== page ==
When presumptive Republican Presidential candidate Mitt Romney visits Israel next Sunday for meetings with the prime minister, the president and the opposition leader – and to attend a campaign fundraiser – he won’t have to work too hard. That’s what big-time supporters like Sheldon Adelson are for.
Ahead of Romney’s trip to Britain, Israel and Poland, the Republican Jewish Coalition, which lists the casino mogul as the chairman of its board of directors, has launched a multimillion-dollar “My Buyer’s Remorse” ad campaign targeting Jewish-American voters.
The ad blitz attacks President Barack Obama’s positions on Israel and the Middle East. “These folks, in telling their own stories, give voice to the nagging doubts that many in the Jewish community feel about Obama,” RJC Executive Director Matt Brooks said.
The first ad presents a testimonial from 48-year-old Michael – “Democrat. Jewish. Voted for Obama” – Goldstein of New Jersey. “I was a big Obama supporter, had a fundraiser in my home, gave money to his campaign, really believed in him and what he stood for,” Goldstein tells viewers.
Goldstein expresses his displeasure with Obama’s belief that the 1967 borders should be the starting point for peace negotiations with the Palestinians. And he feels that Obama was “disrespectful” to Benjamin Netanyahu when the Israeli prime minister visited the White House.
“I think in the second term we’ll see the real Barack Obama, he won’t have politics to deal with, voters to deal with. He’s going to change the game for Israel, to place them in a place where they are in danger,” Goldstein asserts.
Goldstein ends by declaring that Obama “is a terrible economic president,” and that he, Goldstein, a lifetime Democrat, is going to vote for a Republican for president this time.
More testimonies are to be aired, targeting Jewish audience in battleground states like Pennsylvania, Ohio, and most importantly, Florida. In addition, the organization plans to target Jewish voters in a wide-ranging social media campaign.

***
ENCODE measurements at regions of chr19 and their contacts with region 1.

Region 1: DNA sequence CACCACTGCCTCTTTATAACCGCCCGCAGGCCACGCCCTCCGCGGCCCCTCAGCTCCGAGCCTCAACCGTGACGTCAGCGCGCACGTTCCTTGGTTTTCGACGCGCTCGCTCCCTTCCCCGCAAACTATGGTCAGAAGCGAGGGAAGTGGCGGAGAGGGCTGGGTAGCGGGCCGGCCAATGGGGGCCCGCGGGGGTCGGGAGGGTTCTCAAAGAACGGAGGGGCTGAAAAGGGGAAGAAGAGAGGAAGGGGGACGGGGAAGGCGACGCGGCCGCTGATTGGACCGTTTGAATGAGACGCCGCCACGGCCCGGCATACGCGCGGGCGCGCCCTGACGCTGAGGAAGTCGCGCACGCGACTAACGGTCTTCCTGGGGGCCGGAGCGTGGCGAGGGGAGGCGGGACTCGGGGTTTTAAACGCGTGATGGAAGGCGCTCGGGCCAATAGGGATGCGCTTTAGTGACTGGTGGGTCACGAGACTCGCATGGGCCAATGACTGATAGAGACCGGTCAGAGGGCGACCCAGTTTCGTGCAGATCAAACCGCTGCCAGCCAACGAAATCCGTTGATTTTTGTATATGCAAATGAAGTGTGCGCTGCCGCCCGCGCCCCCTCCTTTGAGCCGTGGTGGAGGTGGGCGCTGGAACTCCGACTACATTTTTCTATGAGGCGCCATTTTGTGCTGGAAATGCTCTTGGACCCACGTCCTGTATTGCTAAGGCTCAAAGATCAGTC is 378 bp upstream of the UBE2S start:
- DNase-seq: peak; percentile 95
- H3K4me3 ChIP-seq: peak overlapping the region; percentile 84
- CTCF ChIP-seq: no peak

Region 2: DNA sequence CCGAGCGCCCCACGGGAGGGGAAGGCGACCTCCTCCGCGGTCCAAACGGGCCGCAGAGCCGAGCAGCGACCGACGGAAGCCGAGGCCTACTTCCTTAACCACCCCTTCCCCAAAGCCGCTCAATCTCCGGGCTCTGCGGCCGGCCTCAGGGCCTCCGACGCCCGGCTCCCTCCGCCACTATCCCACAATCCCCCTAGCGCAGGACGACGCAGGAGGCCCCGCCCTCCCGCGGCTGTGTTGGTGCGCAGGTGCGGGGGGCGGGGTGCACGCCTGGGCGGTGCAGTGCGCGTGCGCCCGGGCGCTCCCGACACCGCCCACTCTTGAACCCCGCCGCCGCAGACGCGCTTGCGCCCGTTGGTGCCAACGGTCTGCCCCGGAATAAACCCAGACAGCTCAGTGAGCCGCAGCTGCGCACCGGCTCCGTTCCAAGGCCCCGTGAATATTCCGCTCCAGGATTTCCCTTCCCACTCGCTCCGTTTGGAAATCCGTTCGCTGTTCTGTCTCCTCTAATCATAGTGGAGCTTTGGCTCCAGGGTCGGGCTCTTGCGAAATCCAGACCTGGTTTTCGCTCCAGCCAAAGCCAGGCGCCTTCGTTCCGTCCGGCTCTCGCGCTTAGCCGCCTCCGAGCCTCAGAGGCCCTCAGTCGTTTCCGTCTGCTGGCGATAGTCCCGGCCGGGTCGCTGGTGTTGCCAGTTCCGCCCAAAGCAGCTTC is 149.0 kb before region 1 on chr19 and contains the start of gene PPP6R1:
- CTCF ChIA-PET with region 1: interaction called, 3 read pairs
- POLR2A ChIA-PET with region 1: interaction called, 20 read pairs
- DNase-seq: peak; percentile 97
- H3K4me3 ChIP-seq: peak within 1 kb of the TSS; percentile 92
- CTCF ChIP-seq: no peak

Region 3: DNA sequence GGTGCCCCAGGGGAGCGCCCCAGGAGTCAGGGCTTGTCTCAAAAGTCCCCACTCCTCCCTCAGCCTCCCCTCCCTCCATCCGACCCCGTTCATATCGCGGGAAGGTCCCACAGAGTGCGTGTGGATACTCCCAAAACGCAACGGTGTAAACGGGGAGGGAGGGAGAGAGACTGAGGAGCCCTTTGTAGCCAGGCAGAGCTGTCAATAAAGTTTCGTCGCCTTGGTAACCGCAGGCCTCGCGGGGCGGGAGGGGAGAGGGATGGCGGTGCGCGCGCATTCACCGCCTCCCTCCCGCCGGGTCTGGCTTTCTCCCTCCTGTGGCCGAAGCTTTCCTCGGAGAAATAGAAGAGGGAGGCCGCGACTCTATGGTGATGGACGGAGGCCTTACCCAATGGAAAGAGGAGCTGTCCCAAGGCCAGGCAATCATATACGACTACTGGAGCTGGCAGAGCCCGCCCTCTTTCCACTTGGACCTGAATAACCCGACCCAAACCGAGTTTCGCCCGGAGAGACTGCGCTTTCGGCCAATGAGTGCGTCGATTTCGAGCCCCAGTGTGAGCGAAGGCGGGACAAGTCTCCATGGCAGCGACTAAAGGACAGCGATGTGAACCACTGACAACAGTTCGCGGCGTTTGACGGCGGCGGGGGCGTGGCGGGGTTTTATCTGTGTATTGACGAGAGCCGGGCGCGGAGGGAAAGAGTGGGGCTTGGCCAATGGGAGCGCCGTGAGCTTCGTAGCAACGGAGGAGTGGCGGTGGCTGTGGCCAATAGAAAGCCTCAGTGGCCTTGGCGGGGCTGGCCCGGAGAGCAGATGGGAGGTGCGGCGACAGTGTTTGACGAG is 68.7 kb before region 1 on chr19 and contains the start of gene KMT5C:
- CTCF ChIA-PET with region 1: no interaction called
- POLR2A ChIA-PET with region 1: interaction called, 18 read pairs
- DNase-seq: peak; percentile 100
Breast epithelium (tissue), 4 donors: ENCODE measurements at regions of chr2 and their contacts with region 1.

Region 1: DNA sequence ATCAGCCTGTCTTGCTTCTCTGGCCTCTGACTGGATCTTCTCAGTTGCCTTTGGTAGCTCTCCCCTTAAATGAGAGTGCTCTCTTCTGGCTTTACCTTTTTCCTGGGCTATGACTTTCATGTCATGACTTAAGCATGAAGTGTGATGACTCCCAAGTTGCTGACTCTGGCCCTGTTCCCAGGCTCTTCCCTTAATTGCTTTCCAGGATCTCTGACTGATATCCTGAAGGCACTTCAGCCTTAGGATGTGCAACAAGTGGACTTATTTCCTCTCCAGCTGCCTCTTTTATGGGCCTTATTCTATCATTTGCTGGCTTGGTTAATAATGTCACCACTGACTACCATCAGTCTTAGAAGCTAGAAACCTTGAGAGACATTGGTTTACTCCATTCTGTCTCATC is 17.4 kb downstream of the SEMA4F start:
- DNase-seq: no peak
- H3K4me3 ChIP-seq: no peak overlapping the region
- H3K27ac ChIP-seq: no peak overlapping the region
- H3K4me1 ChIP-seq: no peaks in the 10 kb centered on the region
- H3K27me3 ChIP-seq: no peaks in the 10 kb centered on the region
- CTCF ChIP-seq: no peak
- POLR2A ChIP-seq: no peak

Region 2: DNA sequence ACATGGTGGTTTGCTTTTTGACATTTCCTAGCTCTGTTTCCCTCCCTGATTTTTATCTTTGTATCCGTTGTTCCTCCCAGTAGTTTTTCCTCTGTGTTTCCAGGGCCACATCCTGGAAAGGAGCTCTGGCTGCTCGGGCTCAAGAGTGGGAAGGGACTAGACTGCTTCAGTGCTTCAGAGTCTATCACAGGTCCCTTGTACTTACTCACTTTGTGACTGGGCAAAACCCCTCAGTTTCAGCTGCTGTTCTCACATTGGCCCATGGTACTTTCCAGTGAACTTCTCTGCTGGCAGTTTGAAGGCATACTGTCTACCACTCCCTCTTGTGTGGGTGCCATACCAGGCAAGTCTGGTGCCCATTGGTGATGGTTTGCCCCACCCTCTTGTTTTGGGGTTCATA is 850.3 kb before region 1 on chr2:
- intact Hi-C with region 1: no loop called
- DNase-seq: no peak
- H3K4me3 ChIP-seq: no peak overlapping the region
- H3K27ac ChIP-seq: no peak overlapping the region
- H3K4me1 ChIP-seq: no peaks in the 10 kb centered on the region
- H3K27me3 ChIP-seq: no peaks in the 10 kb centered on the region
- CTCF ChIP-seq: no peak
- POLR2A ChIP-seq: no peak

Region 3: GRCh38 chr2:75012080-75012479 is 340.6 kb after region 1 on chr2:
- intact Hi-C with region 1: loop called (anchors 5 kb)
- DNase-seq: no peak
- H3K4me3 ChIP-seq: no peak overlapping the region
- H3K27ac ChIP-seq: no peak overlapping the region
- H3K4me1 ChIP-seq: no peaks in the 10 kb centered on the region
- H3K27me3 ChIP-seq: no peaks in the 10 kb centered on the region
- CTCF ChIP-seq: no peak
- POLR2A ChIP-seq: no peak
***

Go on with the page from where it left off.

Asked by Haaretz whether he has any concerns about the unprecedented influence of Adelson, a single donor who pledged to spend up to $100 million on the campaign to unseat Obama, the RJC’s Matt Brooks replied he does not.
“No, I’m not worried about that, and even Jewish Democrats took down their online petition against him because they realized they’ve been engaged in an unfair character assassination of one of the Jewish community’s most important leaders, who’s done more philanthropically for Jews around the world than anyone else.”
Brooks said he heard the same sentiments from American Jews living in Israel during his last trip to Israel with former White House spokesman Ari Fleischer. “The U.S. voters in Israel are overwhelmingly supportive of Governor Romney over President Obama; everywhere Ari Fleischer and I traveled, we heard concerns about the erosion of relations between President Obama and Prime Minister Netanyahu. They are concerned whether this president has Israel’s back.”
Brooks said that Adelson is not directly involved in campaigning, and RJC is not coordinating its activities with the Romney campaign.
On Sunday, However, Adelson and other prominent donors will attend the Republican candidate's fundraiser at the King David Hotel in Jerusalem.
Polls show that Obama still has an overwhelming lead over Romney among the Jewish voters in the U.S. – 67 percent to 25 percent, according to a Gallup poll covering June 1 to July 22.
But Tevi Troy, a Romney campaign adviser and former Bush administration official, said that even if Romney doesn’t win the majority of the Jewish vote, defections of Jewish voters from the Democratic camp could be painful.
“I foresee that a majority of Jewish voters will vote for Democrats as they did the previous elections; the question is what percentage. The range over the last 30 years or so is between 11 percent, which George H.W. Bush got, to 39 percent, which is what Reagan got. And close to 39 percent would be a whole lot better news for Governor Romney and a whole lot worse news for President Obama. Republicans can get more than the 22% they got in the last election.
“What difference does it make? There are a lot of Jewish voters in many of the important swing states, including Florida, Pennsylvania, Michigan, Ohio, Minnesota, Arizona and North Carolina, and if the overwhelming majority doesn’t vote for the Democrats, it could pull down Democratic totals in areas where they expect a high turnout,” Troy said.
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